Friday, 13 February 2009

Why do some people get help for mental health problems and some don’t

It has always intrigued me why some people get help for mental health problems and some don’t. What seems clear is that it is only partly related to need or severity of problems. A recent paper (Receiving treatment for common mental disorders
Verhaak, P. F., et al Gen Hosp Psychiatry 2009; 31: 46-55) sheds some light on this issue by looking at 743 people from a sample of GP attendees (attending for any reason) with anxiety or depression in the Netherlands. Only just over half of them had received any treatment in the last six months from their GP and about one in seven had received treatment from mental health services. You were more likely to get treatment from your GP if you were younger (just odds ratio 0.96); thought they communicated well (odds ratio 1.64); and recognised you had a mental health problem (odds ratio 7.43)(not surprisingly). Treatment in secondary care was associated with confidence in professional help (odds ratio 1.73) and number of diagnoses (odds ratio 1.47) with no relationship to the severity of anxiety or depressive symptoms.

This emphasises that accessing GP help is dependent on people being mental health literate and recognising that what they are experiencing could be due to a mental disorder. This study only looked at characteristics of the patients and not that of the services they were trying to access. As treatment involves at least two parties this seems to me an important omission which no doubt will be addressed in future studies. 

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2 comments:

Anonymous said...

I think your point asking why only some people receive help for mental health problems is relevant. We should be looking at the behaviour of Mental Health, and Primary Care Providers.
It's a bit like the argument that people who are abused are to blame if they continue the relationship...when few people speak about the abuser being at fault or appears to study them, but that numerous studies are conducted about the pathology of victims of abuse.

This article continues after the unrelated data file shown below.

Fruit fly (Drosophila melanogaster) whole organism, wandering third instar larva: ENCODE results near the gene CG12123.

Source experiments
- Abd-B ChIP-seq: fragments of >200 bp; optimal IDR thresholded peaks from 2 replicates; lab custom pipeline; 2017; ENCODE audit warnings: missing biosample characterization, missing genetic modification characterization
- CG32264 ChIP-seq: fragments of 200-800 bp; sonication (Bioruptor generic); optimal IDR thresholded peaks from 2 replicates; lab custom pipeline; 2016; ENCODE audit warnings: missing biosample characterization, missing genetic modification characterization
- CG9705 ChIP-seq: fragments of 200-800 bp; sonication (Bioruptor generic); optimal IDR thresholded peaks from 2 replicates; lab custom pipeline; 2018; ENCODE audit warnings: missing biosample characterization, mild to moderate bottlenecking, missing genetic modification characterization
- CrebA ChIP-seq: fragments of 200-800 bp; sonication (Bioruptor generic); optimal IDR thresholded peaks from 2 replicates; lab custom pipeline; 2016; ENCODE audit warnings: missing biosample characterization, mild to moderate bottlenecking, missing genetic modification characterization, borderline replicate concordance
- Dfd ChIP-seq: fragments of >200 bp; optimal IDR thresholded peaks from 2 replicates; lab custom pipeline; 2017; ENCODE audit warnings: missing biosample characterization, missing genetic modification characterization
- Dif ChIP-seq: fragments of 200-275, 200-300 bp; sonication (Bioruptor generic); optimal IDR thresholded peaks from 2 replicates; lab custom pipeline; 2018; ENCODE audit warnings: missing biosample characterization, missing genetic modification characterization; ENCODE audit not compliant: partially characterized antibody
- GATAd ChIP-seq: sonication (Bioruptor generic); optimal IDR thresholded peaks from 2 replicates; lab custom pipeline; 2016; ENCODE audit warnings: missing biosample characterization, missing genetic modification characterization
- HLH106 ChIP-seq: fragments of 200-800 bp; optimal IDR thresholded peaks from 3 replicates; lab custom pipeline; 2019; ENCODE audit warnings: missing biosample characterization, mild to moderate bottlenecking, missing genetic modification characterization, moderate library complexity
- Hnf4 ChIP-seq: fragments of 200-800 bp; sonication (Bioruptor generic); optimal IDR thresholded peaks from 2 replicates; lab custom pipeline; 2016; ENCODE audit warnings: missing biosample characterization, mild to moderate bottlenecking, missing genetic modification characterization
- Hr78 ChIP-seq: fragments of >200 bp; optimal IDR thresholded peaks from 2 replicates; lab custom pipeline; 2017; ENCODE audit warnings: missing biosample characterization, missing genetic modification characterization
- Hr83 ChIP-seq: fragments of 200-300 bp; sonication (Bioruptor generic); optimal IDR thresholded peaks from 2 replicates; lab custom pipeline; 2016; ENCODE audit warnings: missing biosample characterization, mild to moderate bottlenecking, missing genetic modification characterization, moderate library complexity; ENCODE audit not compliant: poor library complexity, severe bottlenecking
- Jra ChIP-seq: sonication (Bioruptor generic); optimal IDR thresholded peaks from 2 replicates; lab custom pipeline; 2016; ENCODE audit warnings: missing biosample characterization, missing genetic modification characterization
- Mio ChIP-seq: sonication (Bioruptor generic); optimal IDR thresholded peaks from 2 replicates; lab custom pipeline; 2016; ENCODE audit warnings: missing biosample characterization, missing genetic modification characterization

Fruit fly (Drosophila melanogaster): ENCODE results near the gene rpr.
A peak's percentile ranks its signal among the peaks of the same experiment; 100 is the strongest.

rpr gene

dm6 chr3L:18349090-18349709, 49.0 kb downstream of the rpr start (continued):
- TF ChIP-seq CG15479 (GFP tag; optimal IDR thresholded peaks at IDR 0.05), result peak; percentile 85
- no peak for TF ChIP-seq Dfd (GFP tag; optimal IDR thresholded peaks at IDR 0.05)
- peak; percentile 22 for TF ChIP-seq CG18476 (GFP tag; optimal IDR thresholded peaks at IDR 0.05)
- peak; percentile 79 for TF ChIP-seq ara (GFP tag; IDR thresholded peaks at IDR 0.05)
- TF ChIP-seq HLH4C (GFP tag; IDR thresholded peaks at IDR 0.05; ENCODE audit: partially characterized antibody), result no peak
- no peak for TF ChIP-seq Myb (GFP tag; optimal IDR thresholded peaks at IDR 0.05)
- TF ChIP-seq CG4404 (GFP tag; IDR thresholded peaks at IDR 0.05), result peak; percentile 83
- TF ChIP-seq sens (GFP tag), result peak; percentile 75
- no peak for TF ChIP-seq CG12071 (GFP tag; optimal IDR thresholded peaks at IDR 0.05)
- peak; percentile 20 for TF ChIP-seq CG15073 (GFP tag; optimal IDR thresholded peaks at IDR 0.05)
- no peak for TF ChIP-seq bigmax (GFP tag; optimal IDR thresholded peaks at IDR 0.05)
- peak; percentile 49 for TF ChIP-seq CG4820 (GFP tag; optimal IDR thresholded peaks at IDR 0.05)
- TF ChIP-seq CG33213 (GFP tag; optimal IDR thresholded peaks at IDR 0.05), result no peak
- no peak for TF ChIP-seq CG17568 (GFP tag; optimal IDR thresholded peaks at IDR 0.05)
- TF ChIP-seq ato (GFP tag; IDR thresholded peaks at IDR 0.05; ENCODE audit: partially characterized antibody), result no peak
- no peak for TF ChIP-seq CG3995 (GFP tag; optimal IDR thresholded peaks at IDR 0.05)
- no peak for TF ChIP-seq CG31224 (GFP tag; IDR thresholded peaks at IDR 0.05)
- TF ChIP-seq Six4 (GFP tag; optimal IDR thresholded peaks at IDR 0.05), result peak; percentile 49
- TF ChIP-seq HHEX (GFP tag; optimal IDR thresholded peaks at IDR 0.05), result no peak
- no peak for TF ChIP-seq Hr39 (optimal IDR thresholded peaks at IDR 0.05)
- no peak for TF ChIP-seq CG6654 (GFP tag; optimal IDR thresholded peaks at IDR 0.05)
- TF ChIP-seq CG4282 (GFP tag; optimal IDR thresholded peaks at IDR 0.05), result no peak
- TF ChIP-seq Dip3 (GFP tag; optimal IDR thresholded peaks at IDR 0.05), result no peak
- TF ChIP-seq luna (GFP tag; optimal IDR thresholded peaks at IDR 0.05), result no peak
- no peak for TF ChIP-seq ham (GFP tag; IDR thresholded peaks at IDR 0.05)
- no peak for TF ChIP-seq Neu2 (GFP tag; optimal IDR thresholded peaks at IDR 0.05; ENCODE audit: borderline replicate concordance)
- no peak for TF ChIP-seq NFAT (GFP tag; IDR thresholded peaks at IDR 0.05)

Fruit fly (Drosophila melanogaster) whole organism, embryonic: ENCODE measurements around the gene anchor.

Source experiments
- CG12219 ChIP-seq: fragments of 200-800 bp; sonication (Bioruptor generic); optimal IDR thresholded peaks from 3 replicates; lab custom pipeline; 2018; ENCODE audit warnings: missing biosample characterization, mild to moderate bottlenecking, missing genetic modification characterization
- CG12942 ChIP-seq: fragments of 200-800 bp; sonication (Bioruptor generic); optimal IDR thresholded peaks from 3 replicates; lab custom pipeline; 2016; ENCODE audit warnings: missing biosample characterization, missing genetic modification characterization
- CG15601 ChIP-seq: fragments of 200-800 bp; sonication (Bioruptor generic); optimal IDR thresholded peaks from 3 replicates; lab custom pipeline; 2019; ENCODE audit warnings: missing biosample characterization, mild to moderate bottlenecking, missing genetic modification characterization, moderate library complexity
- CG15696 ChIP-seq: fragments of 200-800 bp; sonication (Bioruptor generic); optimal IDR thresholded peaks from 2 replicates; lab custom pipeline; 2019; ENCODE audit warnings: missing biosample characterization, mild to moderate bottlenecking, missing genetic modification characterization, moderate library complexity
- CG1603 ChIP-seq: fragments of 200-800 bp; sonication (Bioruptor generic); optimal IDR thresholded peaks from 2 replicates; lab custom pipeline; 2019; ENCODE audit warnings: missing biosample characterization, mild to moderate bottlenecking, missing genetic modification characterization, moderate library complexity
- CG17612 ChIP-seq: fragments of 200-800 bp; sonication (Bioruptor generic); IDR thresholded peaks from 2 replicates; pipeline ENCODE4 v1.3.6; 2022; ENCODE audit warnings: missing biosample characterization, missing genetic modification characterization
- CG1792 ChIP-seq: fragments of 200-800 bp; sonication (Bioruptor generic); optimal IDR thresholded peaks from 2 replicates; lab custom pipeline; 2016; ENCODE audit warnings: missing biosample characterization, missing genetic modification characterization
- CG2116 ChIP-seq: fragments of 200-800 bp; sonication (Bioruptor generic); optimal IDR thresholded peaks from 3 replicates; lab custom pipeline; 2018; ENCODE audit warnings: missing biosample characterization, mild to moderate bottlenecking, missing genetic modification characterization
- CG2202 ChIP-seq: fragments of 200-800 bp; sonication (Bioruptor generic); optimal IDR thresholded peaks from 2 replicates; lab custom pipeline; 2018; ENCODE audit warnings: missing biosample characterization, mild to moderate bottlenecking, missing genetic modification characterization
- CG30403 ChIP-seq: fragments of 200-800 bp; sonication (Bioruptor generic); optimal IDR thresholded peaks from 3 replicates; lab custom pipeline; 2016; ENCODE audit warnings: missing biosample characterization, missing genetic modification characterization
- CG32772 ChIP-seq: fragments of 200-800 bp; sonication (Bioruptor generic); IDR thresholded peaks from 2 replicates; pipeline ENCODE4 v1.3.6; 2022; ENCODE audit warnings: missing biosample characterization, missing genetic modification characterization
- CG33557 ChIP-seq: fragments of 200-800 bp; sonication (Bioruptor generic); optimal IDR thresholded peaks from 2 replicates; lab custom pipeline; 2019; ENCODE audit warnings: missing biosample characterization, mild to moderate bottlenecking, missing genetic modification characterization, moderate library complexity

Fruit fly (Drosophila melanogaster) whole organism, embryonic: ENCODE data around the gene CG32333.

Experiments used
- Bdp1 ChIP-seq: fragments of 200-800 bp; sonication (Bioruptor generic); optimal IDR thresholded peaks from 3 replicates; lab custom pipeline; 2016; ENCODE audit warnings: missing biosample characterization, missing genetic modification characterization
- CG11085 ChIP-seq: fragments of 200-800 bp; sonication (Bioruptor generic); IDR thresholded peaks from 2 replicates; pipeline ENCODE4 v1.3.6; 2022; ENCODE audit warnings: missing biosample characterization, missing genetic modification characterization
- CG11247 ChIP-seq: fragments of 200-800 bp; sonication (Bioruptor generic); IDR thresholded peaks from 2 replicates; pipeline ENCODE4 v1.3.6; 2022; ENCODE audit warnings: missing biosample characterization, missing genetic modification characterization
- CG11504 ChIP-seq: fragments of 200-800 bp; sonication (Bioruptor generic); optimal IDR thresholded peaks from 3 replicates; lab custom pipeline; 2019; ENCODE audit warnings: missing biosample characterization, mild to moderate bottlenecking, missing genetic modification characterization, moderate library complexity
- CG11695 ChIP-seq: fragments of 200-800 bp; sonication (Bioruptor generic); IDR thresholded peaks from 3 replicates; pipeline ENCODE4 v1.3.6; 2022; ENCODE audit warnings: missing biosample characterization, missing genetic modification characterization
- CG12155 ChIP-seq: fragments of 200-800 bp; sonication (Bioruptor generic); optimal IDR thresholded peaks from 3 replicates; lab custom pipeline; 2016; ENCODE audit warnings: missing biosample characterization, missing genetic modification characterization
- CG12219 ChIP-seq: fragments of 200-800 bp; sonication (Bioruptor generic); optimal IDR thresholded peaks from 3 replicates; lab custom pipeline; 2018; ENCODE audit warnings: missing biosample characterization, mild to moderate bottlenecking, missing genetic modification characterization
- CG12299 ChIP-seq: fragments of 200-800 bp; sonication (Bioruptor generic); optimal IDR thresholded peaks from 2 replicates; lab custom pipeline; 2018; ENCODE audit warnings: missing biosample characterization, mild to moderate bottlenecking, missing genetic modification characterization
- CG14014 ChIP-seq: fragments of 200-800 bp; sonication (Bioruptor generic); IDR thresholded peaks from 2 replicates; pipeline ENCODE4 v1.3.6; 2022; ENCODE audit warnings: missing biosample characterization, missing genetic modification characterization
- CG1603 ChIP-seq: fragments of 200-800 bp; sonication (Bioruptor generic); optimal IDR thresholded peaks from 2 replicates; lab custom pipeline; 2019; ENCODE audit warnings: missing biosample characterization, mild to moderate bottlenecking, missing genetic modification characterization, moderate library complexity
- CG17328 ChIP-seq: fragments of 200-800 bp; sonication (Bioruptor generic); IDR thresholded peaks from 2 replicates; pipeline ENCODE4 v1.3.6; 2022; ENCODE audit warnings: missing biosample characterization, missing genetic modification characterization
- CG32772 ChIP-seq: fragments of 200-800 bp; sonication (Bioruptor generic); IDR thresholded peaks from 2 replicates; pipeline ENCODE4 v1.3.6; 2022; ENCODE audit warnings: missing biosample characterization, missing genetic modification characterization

As a M H consumer, I have experienced being turned away when in crisis. I know other people who have experienced the same. In fact, in NZ, it appears to be getting harder to get access to Mh services, even for people with psychosis. And Primary Care simply refer - to MH, or as with my Gp who simply sighs and says she doesn't know what to do, because there are no solutions.
The reasons for being denied help?
Going to hospital when suicidal, not calling from home -

CATT being the only medical authority with a mandate for dealing with MH crises - this leaves people at the mercy of the members of team on duty, and their attitudes and beliefs about the caller, plus their own beliefs about mental illness and crisis.

Stigma, in a nutshell, is alive and well in Mh services.

Also, a strange sort of "new Agey' concept has entered into this 'cry for help' scenario. "Self responsibility" seems to be quoted to people feeling at risk of self harm, and even people in psychosis, and a lack of any clinical responsibilty to offer care or compassion seems to be the outcome of this attitude.

Oddly, it appears that the much touted Recovery Model has added a burden to the Mentally Ill. We are now told that we must learn to thrive and flourish despite symptoms, even if they are unbearable.
I have heard a nurse tell a delusional man he would not be treated, that he must go away and learn to deal with his paranoia! Who exactly is mad in this case?

Simon Hatcher MD said...

I agree about the recovery model sometimes being used as am excuse not to treat people or provide them with limited services.